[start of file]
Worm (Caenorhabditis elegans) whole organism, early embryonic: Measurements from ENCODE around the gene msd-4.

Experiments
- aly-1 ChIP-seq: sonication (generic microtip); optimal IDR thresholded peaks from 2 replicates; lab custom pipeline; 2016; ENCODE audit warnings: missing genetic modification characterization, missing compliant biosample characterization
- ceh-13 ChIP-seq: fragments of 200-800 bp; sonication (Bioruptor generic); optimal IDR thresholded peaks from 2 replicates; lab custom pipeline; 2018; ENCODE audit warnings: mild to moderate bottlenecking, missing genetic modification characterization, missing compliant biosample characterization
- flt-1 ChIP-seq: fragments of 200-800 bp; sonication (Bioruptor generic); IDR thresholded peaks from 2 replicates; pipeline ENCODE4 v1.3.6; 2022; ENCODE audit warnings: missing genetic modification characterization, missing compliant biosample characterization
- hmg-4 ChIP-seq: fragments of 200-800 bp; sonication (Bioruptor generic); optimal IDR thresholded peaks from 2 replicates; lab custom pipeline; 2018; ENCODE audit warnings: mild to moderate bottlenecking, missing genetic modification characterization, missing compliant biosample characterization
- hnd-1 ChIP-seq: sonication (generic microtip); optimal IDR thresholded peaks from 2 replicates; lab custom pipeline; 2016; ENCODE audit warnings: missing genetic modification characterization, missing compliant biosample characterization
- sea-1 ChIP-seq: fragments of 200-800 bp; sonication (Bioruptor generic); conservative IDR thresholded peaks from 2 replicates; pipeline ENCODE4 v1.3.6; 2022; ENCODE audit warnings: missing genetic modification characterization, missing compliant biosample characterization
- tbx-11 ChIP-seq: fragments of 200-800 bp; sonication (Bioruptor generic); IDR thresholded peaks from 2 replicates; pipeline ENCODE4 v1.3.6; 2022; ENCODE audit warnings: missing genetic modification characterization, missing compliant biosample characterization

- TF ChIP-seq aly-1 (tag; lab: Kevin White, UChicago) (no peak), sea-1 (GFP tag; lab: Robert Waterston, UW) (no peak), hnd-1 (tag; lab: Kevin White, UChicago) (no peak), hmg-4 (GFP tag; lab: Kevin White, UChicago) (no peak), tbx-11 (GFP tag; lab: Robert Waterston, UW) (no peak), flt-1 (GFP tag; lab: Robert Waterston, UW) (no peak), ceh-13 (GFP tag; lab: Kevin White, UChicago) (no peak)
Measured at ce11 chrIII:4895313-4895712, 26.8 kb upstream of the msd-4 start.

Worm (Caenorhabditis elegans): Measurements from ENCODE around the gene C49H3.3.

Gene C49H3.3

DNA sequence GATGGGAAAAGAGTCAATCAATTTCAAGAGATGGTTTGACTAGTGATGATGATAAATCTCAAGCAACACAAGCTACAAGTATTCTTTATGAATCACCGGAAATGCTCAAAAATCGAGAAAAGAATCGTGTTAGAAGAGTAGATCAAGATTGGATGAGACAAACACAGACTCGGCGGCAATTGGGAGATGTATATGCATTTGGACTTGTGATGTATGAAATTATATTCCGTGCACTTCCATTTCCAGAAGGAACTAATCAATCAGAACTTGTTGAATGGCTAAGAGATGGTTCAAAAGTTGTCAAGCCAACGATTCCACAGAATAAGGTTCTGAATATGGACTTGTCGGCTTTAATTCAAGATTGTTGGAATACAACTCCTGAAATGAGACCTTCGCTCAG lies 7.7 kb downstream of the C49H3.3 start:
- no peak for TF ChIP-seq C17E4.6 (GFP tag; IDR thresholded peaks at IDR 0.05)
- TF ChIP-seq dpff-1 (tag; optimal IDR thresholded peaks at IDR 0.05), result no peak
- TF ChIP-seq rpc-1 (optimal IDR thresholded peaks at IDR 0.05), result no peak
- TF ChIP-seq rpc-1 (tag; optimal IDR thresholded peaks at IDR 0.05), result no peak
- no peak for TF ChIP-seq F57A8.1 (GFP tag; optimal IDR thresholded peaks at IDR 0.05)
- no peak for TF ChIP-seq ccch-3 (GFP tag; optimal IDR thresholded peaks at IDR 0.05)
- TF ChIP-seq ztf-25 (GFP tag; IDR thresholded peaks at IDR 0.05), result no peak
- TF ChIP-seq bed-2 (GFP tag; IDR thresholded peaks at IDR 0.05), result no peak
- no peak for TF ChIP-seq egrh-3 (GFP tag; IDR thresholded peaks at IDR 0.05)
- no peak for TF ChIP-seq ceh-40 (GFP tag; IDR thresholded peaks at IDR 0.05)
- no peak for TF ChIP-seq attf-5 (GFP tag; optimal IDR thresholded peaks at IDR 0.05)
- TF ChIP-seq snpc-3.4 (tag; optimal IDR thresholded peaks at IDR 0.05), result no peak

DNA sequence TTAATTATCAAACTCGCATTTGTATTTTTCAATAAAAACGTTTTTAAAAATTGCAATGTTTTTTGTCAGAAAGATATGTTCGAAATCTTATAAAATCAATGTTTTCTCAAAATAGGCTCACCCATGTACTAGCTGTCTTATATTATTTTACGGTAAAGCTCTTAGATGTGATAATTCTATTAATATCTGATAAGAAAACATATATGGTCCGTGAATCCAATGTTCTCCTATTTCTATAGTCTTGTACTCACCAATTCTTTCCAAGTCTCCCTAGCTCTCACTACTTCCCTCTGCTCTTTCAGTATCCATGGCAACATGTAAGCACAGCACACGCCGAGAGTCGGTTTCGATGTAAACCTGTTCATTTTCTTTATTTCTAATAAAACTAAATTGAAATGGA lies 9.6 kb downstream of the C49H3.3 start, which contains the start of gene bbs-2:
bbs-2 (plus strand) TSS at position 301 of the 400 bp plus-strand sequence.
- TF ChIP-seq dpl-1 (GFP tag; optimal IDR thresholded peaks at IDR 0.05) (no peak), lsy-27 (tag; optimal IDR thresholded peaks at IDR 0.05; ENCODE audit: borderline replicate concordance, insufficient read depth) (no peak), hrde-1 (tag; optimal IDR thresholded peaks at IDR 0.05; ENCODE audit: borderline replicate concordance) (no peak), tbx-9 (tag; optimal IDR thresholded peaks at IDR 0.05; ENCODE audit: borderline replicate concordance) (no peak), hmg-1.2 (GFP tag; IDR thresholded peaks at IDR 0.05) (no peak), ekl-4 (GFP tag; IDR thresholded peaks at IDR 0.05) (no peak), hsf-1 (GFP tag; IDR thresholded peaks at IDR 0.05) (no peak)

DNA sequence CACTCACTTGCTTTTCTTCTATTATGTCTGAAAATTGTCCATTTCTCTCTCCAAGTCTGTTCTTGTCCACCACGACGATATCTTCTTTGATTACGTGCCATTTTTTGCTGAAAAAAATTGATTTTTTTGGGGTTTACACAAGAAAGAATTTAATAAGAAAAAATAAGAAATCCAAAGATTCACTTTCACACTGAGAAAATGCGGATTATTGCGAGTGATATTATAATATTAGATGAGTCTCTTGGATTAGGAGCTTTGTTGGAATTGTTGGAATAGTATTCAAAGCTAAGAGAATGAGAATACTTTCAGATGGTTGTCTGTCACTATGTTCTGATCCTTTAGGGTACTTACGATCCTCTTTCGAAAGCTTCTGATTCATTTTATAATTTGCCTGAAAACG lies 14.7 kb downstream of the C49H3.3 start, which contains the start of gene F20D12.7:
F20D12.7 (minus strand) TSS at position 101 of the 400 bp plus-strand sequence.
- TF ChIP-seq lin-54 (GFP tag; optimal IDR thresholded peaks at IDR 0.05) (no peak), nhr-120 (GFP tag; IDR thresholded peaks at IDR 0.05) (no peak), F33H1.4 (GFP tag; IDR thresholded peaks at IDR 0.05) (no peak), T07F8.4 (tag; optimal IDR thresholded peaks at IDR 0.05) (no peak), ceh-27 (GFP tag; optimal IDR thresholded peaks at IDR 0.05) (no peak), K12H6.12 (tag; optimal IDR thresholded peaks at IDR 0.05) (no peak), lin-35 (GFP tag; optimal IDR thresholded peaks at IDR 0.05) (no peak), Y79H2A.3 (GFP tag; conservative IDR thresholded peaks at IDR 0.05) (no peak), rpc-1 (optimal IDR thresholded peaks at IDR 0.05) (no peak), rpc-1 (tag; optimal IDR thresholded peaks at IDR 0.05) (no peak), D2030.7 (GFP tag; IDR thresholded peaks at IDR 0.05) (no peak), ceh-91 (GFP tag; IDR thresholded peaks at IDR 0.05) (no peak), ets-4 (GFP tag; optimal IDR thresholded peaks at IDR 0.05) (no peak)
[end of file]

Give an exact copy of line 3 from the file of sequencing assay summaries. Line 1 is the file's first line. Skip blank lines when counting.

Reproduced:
- aly-1 ChIP-seq: sonication (generic microtip); optimal IDR thresholded peaks from 2 replicates; lab custom pipeline; 2016; ENCODE audit warnings: missing genetic modification characterization, missing compliant biosample characterization